Sports TV News

Fox Officially Unveils NFL Broadcast Teams

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In what has been considered a formality for some time, Fox today officially unveiled Kevin Burkhardt, Greg Olsen, Erin Andrews, and Tom Rinaldi as their number one NFL broadcast team Monday. Burkhardt and Olsen were elevated to Fox’s top booth after the departure of Joe Buck and Troy Aikman to ESPN’s Monday Night Football earlier this year.

There were some reports that Drew Brees could have been a possibility to join the network, but those discussions fell apart.

The network’s other teams include several familiar faces to football fans:

#2 team: Joe Davis, Daryl “Moose” Johnston, Pam Oliver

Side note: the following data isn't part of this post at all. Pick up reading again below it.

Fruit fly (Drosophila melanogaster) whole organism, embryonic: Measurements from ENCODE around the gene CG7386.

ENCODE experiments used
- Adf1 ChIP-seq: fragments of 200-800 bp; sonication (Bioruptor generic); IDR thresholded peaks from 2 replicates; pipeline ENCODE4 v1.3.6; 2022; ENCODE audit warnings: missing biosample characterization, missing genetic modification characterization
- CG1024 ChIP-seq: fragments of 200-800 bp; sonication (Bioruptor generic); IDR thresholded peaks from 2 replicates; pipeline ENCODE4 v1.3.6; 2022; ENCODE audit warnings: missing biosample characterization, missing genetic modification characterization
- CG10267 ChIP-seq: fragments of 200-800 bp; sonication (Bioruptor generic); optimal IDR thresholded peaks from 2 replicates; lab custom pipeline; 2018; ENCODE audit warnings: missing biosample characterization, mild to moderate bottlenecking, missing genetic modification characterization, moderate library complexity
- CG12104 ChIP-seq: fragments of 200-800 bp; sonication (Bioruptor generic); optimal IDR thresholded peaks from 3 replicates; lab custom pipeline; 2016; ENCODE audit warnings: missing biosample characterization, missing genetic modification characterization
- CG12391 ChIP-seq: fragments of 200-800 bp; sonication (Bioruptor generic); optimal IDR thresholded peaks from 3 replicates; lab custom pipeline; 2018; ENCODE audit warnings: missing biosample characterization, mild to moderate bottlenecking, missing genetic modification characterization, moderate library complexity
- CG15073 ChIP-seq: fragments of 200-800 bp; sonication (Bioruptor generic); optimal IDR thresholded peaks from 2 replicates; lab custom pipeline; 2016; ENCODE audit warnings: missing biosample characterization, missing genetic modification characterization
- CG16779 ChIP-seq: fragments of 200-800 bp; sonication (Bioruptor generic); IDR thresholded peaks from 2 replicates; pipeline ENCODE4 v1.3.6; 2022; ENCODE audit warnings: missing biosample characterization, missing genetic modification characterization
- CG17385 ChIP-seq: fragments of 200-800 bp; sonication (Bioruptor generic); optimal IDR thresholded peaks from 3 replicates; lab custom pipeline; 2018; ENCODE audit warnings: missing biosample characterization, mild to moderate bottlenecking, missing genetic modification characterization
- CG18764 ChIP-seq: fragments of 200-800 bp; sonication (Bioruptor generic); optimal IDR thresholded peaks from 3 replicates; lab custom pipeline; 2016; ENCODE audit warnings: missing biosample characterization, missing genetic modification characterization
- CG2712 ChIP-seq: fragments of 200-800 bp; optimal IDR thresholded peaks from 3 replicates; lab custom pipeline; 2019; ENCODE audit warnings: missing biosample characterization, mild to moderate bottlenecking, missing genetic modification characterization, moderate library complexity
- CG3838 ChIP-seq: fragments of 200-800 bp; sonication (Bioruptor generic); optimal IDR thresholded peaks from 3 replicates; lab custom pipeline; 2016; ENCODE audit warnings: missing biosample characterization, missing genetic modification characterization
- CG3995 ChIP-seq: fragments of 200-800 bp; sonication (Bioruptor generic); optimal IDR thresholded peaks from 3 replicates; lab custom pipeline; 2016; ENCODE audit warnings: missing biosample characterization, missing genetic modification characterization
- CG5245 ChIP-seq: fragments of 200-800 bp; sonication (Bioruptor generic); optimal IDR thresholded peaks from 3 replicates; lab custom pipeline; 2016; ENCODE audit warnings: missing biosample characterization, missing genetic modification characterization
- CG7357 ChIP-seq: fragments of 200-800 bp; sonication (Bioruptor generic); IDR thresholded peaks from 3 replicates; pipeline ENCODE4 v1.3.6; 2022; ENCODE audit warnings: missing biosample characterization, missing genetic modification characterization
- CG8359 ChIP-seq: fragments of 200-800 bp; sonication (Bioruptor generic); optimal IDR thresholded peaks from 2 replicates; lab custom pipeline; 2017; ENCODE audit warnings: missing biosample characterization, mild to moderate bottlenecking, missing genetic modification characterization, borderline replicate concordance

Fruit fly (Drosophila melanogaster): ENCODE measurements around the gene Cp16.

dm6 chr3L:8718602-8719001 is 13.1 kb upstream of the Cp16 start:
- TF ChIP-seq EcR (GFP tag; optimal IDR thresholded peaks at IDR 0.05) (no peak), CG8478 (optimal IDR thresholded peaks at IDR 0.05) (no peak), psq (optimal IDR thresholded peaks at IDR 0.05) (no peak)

#3 team: Adam Amin, Mark Schlereth, Kristina Pink
#4 team: Kenny Albert, Jonathan Vilma, Shannon Spake
#5 team: Kevin Kugler, Mark Sanchez, Laura Okmin
#6 team: Chris Myers, Robert Smith, Jen Hale

Olsen’s jump to the number one team with Burkhardt is a formality until the retirement of Tampa Bay quarterback Tom Brady. The seven-time Super Bowl winner will ascend to Fox’s number one booth upon his retirement, whenever that may be.

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Ryan Clark, Mad Dog Get Into Heated Argument on ‘First Take’

“Mad Dog, stop screaming at me now, bro. For the last time, you’re gonna stop screaming at me,” Clark interrupted.

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Former Pittsburgh Steeler, and current ESPN NFL analyst Ryan Clark and recent Radio Hall of Fame inductee Chris “Mad Dog” Russo squared off on Monday’s edition of First Take, with a heated exchange taking place between the two.